New Generation Antipsychotic Drugs and QTc Interval Prolongation



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Background: Recent regulatory and clinical concerns have brought into sharp focus antipsychotic drug-induced QTc interval prolongation, torsades de pointes, and sudden cardiac death. Several new generation (atypical) antipsychotic drugs have either been withdrawn from clinical use or delayed in reaching the marketplace due to these concerns. Because torsades de pointes is rarely found, QTc interval prolongation serves as a surrogate marker for this potentially life-threatening arrhythmia. Current methods of calculating this electrocardiographic parameter have limitations. The primary care physician is a key member of the team managing a patient who requires administration of antipsychotic drugs. This article focuses on new generation antipsychotic drugs and principles useful to both the primary care physician and the psychiatrist.

Method: PubMed was searched in September 2002 using the terms antipsychotic drug and QT interval. References were examined from review articles describing antipsychotic drugs and the QT interval. The author's files gathered over the past 20 years on the QT interval were also reviewed.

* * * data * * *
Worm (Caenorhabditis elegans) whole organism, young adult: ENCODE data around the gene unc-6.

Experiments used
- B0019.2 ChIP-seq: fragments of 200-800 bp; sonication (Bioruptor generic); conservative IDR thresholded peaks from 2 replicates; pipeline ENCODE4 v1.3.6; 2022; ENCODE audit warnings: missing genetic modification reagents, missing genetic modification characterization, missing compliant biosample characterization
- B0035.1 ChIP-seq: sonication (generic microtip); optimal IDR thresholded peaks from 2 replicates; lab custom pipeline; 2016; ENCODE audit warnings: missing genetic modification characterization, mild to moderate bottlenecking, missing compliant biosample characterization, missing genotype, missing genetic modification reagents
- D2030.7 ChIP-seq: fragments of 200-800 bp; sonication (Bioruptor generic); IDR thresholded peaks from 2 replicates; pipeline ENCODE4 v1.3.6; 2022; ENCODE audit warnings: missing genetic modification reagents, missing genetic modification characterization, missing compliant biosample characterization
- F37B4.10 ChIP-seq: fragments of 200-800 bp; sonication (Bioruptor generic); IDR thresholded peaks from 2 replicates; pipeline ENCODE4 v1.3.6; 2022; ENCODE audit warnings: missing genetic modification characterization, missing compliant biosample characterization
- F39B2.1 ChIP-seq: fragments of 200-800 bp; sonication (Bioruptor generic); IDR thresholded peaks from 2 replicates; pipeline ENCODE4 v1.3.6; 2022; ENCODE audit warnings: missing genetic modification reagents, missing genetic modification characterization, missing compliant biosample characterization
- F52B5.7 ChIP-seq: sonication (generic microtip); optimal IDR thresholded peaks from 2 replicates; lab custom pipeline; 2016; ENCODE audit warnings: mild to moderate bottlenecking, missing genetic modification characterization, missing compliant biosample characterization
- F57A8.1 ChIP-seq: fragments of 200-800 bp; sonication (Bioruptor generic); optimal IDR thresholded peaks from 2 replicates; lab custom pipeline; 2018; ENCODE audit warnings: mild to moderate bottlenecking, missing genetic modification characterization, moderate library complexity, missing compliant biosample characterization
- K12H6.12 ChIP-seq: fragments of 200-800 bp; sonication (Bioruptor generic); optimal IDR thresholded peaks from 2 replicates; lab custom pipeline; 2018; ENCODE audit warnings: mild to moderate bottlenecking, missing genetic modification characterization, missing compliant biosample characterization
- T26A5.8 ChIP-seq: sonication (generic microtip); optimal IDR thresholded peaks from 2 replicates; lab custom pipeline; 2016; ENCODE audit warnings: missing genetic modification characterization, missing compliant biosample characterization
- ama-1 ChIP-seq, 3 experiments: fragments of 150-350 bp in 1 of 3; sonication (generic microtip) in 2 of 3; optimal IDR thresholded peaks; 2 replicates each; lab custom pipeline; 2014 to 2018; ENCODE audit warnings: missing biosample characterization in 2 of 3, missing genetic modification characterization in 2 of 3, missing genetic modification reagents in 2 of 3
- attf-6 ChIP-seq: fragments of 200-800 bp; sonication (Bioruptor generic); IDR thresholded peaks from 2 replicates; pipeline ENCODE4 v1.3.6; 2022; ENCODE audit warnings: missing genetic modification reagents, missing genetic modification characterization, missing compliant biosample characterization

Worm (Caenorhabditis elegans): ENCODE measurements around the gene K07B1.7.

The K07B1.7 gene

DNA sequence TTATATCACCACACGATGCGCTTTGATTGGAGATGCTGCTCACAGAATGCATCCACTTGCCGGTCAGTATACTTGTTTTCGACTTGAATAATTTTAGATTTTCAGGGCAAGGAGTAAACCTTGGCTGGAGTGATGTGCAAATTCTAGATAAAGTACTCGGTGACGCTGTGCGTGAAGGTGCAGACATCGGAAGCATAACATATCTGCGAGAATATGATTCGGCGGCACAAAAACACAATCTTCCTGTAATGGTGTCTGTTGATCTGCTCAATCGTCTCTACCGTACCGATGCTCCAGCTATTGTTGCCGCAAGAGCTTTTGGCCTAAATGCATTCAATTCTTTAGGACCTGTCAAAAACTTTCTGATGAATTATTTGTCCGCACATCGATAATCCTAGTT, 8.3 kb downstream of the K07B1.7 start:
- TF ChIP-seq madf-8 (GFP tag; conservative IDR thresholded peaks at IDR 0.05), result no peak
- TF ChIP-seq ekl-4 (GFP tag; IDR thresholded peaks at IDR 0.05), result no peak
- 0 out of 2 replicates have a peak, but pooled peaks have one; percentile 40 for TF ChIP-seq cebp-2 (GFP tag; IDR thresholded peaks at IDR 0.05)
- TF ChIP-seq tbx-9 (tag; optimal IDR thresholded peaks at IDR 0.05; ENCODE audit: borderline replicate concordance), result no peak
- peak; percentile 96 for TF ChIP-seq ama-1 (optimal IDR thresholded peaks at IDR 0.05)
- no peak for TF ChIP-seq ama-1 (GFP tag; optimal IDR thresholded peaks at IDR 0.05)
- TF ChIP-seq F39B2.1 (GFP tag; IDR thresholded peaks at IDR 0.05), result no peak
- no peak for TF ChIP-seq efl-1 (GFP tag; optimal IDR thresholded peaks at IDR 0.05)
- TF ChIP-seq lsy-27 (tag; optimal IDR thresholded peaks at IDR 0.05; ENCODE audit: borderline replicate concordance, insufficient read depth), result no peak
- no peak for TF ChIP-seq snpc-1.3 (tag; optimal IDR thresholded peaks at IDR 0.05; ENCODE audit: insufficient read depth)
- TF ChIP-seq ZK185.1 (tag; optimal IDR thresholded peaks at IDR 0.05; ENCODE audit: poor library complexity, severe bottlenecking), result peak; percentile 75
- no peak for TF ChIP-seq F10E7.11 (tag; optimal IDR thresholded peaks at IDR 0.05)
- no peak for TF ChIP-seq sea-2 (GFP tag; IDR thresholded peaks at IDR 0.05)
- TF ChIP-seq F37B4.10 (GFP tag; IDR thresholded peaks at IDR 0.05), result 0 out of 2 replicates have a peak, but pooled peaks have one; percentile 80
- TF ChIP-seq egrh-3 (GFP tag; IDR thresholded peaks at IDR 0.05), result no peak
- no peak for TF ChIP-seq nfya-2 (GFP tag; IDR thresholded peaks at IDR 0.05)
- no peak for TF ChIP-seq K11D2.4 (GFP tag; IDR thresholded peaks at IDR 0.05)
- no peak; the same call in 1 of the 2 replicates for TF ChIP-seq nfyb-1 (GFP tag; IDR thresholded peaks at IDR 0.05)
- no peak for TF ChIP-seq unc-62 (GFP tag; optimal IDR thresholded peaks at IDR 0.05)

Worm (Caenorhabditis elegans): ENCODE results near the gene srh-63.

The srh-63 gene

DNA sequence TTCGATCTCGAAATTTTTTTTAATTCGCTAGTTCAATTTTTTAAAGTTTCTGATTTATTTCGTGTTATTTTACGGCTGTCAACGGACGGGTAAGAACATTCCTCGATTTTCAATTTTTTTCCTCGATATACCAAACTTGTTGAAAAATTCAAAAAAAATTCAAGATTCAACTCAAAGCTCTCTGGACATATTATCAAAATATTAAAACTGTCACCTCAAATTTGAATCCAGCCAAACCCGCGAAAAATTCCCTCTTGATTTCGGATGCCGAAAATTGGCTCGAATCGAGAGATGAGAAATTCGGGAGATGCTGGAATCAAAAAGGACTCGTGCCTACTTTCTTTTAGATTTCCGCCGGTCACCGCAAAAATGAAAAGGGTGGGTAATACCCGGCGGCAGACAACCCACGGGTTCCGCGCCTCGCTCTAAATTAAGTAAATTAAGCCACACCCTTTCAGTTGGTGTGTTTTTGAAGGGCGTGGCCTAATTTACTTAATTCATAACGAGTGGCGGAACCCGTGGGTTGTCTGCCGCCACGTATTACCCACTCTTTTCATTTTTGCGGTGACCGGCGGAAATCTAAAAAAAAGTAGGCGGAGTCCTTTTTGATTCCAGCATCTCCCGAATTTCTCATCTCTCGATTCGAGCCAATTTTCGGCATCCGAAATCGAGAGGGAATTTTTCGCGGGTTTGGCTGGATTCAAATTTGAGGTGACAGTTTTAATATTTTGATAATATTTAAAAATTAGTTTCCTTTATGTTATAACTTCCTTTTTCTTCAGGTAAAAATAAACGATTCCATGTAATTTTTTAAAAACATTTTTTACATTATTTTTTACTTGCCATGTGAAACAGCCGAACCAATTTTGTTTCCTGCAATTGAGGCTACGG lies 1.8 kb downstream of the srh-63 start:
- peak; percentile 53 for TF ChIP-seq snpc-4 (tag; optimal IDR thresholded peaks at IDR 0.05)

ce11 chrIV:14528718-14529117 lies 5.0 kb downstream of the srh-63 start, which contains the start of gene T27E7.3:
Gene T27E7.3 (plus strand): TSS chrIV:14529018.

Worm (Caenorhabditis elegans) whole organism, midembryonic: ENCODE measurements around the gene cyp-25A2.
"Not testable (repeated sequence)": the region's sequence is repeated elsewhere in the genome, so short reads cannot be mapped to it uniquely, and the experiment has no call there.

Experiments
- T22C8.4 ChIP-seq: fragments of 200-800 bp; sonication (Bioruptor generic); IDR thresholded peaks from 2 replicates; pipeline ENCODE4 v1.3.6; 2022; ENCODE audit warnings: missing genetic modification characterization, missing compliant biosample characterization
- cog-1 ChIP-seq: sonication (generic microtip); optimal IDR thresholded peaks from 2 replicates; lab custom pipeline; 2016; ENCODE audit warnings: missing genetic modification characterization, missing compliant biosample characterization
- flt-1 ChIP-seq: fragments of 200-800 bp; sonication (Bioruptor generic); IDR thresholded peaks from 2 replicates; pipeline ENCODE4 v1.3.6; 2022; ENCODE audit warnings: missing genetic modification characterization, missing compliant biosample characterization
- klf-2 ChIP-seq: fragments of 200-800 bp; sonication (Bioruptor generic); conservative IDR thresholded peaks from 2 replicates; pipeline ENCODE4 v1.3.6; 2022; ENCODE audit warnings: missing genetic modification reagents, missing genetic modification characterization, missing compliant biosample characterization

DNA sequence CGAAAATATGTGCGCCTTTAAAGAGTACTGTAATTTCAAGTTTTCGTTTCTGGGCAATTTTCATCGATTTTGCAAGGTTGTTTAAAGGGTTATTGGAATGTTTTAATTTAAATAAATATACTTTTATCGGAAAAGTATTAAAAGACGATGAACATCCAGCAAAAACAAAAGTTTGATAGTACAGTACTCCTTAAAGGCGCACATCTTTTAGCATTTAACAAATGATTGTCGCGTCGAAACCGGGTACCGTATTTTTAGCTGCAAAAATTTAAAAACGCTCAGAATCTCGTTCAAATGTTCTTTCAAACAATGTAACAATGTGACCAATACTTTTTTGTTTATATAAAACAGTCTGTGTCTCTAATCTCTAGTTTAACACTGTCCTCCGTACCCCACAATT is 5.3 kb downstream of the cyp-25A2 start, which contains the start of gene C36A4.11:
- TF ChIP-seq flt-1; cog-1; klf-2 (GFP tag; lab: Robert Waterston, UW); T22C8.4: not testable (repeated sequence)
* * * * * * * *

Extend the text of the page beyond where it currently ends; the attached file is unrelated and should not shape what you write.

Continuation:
Results: Nine cases were available in which drug-induced QTc interval prolongation was associated with new generation antipsychotic drug administration. Eight cases were taken from the literature, and the author added one additional report. The newer agents involved were risperidone, quetiapine, and ziprasidone. In at least 8 cases, there was evidence of other risk factors associated with QTc interval prolongation. In one case frequently referenced in the literature, the authors misunderstood their own data showing that QTc interval prolongation did not relate to delayed ventricular repolarization. In another instance, 2 authors reported on the same patient, with important information missing from both articles. No evidence of torsades de pointes appeared in any of the 9 cases.

Conclusions: No evidence is currently available in the literature implicating new generation antipsychotic drugs in the production of torsades de pointes. However, the absence of such evidence does not prove that newer antipsychotic drugs do not cause torsades de pointes. Among patients free of risk factors for QTc interval prolongation and torsades de pointes, current literature does not dictate any specific consultative or laboratory intervention before administering new generation antipsychotic drugs. When risk factors are present, evaluation and intervention specific to those risk factors should dictate the clinician's course of action. More specific guidelines for monitoring the QT interval and risk of torsades de pointes await improved methods of measuring the QTc interval relevant to each patient.

Primary Care Companion J Clin Psychiatry 2003;5(5):205-215